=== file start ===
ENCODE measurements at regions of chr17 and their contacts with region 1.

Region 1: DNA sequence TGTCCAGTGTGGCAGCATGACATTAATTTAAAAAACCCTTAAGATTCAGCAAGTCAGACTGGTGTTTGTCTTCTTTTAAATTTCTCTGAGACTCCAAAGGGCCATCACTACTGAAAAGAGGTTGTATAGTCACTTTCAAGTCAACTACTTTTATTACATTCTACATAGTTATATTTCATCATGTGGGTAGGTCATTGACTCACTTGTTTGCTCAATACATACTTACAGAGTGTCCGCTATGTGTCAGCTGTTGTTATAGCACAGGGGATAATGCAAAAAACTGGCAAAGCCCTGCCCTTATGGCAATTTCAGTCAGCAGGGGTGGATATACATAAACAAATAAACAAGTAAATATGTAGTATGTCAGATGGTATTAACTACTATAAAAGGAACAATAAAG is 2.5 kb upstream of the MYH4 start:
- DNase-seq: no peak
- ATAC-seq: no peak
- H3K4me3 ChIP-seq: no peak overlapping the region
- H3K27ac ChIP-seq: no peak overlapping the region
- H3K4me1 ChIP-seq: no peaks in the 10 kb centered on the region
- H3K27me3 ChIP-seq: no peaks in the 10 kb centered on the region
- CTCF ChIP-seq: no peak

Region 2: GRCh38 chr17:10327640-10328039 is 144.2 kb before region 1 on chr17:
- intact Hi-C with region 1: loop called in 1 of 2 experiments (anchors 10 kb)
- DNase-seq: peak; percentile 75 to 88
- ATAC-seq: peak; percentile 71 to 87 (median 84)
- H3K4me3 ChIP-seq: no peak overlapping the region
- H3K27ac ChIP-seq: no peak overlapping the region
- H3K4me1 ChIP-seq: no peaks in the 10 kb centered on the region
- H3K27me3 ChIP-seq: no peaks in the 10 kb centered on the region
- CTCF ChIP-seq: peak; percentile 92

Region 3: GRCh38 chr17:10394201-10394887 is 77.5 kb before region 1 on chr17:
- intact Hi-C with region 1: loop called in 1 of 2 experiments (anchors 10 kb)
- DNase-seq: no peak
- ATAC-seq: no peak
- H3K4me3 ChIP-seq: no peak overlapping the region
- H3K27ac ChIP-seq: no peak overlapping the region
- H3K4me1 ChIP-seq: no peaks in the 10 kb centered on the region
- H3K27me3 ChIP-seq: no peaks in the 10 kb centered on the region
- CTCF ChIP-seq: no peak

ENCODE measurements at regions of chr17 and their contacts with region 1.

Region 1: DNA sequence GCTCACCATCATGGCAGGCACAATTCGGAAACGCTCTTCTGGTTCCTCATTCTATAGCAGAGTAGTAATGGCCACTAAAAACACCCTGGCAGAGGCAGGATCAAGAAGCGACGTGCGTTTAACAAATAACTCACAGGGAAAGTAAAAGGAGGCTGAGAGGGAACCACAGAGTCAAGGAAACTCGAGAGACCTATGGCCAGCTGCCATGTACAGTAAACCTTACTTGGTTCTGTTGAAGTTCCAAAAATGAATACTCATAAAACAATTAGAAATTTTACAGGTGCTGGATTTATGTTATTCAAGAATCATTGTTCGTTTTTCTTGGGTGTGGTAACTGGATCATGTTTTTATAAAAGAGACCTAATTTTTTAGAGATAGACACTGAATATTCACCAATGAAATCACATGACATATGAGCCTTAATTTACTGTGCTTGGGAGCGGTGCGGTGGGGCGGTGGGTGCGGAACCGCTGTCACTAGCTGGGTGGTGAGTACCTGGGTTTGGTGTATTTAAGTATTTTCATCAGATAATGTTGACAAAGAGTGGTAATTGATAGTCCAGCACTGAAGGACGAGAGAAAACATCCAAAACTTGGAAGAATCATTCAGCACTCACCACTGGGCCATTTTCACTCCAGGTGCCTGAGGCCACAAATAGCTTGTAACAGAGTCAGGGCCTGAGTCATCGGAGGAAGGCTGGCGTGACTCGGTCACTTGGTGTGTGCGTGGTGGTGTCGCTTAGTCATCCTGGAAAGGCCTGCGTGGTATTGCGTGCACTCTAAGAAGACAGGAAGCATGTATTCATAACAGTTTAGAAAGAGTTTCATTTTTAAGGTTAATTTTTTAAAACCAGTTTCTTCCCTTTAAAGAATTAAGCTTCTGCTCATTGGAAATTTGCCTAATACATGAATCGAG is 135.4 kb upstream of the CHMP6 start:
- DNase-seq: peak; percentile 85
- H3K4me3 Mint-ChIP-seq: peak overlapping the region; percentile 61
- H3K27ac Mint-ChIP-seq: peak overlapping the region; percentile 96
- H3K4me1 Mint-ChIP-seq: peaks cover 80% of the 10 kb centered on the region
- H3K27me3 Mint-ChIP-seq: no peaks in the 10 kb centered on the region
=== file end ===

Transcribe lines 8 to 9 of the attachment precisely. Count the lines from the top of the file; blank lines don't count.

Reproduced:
- H3K27me3 ChIP-seq: no peaks in the 10 kb centered on the region
- CTCF ChIP-seq: no peak